Winter Driving Tips from Chevrolet

12.22.14 - Chevy adAs we wind down another year, Chevrolet would like to extend our warmest wishes for a joyous and safe Holiday Season. We look forward to another happy, healthy and active year of fun with RUSH members and families in 2015.

Remember: whether you’re traveling for a tournament or to friends and family for the holidays, safety should always be your first priority! Snow and ice are common conditions in the Midwest and Northeast. Rain, wind, fog and floods are no strangers to the West Coast. And the South often experiences black ice. Because Mother Nature is so unpredictable, the best advice for winter driving is to always be ready for the unexpected, and your local Chevrolet dealer can help make sure your car is prepared for any winter weather.

Here are some tips for newer drivers to stay safe on the roads this season:

  • Check it out: Before the really cold, snowy weather hits, take the opportunity to give your car a pre-winter inspection. Are your tires in good shape? Proper tread depth is crucial for safe winter driving. While you’re at it, ensure that your car’s ignition, battery, exhaust and cooling system are checked. Make sure your antifreeze is not only at its proper level, but also at the proper strength. 
  • Know your vehicle: Is it front-wheel drive or rear-wheel drive? Does it have on-demand all-wheel drive? Knowing these answers can mean the difference between staying in your lane and ending up in the ditch. For example, all-wheel drive can often create a false sense of security in the snow – it cannot help stop or slow down a vehicle that is sliding! If your car is rear-wheel drive, put some sandbags in the trunk to keep extra weight on the rear wheels. 
  • Practice makes perfect: If possible, have an experienced driver or parent practice with you in an empty parking lot on a snowy day. It will help you get a feel for how your vehicle handles in slippery winter conditions.
  • Give ‘em a brake: Anti-lock brakes often make a grinding, pulsing noise when trying to stop on slippery surfaces - it sounds terrible, but that’s the sound of your brakes doing their job! Even with anti-lock brakes, practice caution when braking in slippery conditions. Begin braking well before turns – not during turns. Leave plenty of room between you and the driver ahead of you, so you don’t need to use the brakes as much. Two car lengths for every 10 mph is a good rule of thumb.


Of course, safe driving is everyone’s responsibility – from novice drivers to seasoned pros – so here are some advanced tips for keeping it safe this winter:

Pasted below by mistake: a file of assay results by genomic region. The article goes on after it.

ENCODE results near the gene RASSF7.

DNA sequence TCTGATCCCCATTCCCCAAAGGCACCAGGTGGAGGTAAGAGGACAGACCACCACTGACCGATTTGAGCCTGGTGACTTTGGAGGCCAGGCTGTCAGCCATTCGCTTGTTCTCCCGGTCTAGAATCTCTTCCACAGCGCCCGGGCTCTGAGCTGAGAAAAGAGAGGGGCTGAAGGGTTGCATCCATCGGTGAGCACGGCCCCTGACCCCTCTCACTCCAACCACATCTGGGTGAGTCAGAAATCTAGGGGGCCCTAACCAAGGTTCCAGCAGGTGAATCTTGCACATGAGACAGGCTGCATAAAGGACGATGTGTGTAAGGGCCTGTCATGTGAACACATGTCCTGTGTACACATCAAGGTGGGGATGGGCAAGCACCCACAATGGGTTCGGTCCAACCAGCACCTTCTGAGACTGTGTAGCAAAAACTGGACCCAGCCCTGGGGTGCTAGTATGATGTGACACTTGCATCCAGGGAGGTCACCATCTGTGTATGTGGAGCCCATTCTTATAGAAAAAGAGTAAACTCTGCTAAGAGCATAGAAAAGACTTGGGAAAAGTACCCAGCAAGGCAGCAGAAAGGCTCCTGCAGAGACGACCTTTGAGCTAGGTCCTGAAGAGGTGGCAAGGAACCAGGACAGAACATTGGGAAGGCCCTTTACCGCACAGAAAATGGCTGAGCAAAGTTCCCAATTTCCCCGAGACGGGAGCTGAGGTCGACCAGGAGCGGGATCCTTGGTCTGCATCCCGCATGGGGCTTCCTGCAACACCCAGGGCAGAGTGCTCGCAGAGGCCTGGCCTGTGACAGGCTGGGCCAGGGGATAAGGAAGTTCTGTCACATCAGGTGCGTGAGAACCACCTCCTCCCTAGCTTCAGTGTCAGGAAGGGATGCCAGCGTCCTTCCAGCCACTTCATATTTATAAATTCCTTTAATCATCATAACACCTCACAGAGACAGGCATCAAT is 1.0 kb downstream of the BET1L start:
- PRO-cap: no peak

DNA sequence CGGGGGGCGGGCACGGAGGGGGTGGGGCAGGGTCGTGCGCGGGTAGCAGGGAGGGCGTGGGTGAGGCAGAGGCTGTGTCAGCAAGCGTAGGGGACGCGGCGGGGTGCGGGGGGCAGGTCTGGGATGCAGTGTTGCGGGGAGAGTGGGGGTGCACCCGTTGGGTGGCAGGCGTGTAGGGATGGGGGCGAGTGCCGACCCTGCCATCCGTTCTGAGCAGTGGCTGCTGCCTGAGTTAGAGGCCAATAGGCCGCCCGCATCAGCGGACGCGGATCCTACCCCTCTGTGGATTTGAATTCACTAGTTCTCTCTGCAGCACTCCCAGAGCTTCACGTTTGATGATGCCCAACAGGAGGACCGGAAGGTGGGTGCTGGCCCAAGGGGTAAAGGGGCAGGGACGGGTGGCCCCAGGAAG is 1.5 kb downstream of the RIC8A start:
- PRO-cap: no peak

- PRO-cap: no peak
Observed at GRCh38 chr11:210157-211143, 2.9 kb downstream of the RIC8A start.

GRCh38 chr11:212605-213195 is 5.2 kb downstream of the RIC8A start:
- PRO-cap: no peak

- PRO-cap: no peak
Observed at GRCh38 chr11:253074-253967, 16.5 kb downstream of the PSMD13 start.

• Use your gears: If you have a vehicle with manual transmission, drive in the highest gear possible to reduce torque and lower the chances of spinning your wheels. If possible, start out in second gear and shift up sooner than you might under perfect road conditions.
  • Move with momentum: Carrying speed up slopes allows you to climb hills without spinning your wheels. As you reach the crest of a hill, ease off the throttle. As you head down the hill, do your best to control your speed and think ahead about potential hazards. 
  • Condensation frustration: Winter weather tends to fog up windows inside your vehicle. To keep them clear, use the air conditioner pulling outside air (not recirculating) set to ‘warm’ to keep condensation at bay.

Warmer weather winter driving tips:

  • Weather where you live: Weather in southern states like Florida and Texas is normally mild during the winter. When conditions take an icy turn, driving can become perilous. Drivers aren’t used to slippery roads, and often cities don’t have snow removal equipment or sand or salt trucks ready to go. Don’t try driving in snow, ice or freezing fog if you’re not experienced with these road conditions.
  • For foggy conditions: Drive with lights on low beam. High beams will reflect back off the fog and impair visibility even more. In heavy fog, slow down and use the right edge of the road or painted road markings as a guide.
  • Watch out for black ice: It can be caused by melted snowfall that refreezes or fog that is near the freezing point and makes contact with cold surfaces like the road. Black ice is particularly dangerous because it is almost invisible to the naked eye.
  • Don’t count on cruise control: If a vehicle hydroplanes, cruise control could make it accelerate.
  • Water always wins: Drive around - not through - big puddles. Water splashing into a vehicle’s engine compartment could damage electrical systems, or the water could be hiding damaging potholes. After driving across a puddle, tap brakes lightly to dry off rotors.
Click HERE to read more about Chevrolet’s vehicle safety features.